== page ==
I think its important to listen to diverse points of view - especially when those voices are engaged in earnest, honest debate. I’m happy to disagree with Russ Roberts when appropriate and learn from him at other points.

If there are any specific points he made in the congestion show with Mike Munger (or any other Econtalk episode) you’d like to discuss, I’d be more than happy to go into it.

The main point of the congestion episode was that while effective, congestion pricing is not truly ethical in the way libertarians view free markets as ethical constructs. Instead, it should be viewed as a tax that discourages driving and raises revenue. That’s fine with me - I don’t think free markets are inherently ethical, and I’m OK with taxing auto travel to make our cities more healthy of wallet, body and mind.


Thanks for the link dwight. Going to have to give Econtalk a few listens.


Busses and light rail trains are only as reliable as the infrastructure on which they operate. Sure, if we try to strap a high frequency, large scale bus network onto our existing asphalt, it’s going to cause problems. That’s like trying to build a light rail system on top of existing freight RR lines. which is exactly the reason Amtrak is unreliable and slow and generally unuseful. It’s much cheaper (and typically faster?) to take a megabus from Raleigh to NYC than a train…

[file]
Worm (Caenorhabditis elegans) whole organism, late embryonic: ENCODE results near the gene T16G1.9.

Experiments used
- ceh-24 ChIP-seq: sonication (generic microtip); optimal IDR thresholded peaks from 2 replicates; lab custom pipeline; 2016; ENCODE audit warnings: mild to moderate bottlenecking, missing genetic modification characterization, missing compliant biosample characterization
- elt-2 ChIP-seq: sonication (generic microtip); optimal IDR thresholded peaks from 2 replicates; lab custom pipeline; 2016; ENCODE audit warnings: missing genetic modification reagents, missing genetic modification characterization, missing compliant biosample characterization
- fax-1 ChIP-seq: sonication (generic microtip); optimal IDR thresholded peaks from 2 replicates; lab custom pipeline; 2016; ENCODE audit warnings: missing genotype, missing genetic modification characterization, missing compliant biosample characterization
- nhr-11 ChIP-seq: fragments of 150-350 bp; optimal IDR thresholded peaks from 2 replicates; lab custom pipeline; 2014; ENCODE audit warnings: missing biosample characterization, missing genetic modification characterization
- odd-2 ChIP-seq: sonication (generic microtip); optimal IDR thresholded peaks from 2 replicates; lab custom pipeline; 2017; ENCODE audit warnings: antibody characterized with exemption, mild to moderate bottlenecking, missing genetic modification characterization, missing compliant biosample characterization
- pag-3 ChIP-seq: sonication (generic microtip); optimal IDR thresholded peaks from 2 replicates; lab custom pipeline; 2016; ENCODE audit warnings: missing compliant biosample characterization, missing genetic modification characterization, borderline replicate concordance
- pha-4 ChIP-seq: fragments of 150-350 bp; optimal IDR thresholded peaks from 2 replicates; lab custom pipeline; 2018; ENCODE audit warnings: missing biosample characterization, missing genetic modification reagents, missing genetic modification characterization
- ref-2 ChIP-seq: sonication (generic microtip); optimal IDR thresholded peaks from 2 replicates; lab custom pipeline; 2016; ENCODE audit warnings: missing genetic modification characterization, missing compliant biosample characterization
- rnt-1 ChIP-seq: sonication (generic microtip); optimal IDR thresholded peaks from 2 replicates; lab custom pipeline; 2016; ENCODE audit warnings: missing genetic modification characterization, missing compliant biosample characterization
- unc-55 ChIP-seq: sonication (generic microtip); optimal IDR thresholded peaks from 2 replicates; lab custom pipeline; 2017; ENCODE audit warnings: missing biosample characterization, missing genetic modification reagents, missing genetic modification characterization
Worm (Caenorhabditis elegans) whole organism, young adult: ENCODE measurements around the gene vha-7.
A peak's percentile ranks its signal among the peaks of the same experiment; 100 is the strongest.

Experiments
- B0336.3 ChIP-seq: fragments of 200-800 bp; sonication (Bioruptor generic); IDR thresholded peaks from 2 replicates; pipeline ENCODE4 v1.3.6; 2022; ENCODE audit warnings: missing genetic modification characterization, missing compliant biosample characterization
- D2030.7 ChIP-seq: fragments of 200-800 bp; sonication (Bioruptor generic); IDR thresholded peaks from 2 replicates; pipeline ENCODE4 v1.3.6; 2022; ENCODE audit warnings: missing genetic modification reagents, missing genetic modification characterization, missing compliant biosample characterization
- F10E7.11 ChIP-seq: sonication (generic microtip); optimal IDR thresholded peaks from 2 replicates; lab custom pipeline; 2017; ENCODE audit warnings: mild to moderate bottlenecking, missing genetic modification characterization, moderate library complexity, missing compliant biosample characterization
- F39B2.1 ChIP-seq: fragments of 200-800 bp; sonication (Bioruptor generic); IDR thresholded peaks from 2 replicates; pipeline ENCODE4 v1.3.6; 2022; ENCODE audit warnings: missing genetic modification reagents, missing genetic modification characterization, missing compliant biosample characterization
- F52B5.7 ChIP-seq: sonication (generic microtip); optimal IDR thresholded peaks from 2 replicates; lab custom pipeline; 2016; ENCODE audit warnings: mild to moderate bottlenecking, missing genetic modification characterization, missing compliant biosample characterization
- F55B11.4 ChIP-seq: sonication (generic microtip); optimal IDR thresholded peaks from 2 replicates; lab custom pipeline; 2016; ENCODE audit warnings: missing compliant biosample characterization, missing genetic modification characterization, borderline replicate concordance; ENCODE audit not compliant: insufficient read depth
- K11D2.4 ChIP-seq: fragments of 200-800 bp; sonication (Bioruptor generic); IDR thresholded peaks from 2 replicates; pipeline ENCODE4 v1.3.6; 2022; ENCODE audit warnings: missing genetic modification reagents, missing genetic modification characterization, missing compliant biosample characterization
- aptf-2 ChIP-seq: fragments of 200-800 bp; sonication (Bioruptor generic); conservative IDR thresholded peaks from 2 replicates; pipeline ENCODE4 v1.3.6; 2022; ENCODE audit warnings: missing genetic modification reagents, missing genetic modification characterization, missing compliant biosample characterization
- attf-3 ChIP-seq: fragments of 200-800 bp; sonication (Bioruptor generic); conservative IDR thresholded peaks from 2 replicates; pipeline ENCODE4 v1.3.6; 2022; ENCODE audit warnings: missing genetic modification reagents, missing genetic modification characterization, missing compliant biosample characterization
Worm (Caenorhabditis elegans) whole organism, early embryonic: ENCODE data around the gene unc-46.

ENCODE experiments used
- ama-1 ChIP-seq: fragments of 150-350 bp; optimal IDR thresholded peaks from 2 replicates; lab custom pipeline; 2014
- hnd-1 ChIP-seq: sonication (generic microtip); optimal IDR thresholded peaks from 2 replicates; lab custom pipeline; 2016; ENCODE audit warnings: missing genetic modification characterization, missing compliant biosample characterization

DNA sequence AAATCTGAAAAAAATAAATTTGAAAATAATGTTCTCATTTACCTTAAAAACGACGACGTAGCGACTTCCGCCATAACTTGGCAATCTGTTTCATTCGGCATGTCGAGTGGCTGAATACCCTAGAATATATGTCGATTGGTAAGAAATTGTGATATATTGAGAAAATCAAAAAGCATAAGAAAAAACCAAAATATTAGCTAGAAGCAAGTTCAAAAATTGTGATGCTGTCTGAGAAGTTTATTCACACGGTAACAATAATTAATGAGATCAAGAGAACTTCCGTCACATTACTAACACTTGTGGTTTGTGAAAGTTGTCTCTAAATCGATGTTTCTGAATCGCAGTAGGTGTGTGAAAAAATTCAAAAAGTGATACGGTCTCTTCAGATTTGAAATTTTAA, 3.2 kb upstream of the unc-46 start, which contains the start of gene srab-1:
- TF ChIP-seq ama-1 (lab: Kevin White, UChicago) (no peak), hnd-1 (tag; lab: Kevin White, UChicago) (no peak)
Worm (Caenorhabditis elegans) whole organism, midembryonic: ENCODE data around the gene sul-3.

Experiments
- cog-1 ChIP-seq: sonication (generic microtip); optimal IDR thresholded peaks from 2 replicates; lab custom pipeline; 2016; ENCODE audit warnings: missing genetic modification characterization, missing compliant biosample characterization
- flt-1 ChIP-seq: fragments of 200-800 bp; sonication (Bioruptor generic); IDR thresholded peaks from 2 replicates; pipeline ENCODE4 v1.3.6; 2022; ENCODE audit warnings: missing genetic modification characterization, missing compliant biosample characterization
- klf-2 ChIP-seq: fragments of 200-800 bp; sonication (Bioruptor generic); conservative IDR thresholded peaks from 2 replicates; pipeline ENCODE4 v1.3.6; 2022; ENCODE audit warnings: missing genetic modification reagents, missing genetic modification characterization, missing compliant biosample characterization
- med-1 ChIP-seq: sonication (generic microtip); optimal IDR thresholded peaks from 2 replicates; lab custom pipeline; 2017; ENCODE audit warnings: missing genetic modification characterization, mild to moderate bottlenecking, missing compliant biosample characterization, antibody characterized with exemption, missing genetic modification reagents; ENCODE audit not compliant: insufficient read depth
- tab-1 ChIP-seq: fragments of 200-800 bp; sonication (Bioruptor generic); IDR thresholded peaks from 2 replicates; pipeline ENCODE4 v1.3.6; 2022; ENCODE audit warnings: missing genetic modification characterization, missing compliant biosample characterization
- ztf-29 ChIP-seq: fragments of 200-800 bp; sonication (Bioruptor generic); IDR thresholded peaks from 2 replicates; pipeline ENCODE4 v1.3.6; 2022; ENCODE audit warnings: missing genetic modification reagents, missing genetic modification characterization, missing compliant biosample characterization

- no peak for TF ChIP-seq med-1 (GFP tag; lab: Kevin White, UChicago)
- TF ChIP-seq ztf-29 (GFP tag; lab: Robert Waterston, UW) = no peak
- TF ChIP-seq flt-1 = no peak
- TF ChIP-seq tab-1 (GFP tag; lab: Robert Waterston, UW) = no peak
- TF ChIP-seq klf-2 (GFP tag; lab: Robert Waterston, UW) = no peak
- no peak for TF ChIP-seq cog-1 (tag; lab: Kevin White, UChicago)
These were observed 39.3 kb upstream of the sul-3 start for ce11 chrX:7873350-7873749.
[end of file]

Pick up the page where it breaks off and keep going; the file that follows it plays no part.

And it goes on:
It’s highly unlikely that there would be delays to light rail on account of Amtrak given the relatively short distance between DTR and RTP/Durham. Far less likely than car accidents and other traffic jams.


Light rail wouldn’t use the same tracks as Amtrak or freight, new ones would need to be built. Commuter rail would, but Amtrak and freight would get priority. CTR is currently being studied by GoTriangle, trying to figure out the answers to these questions.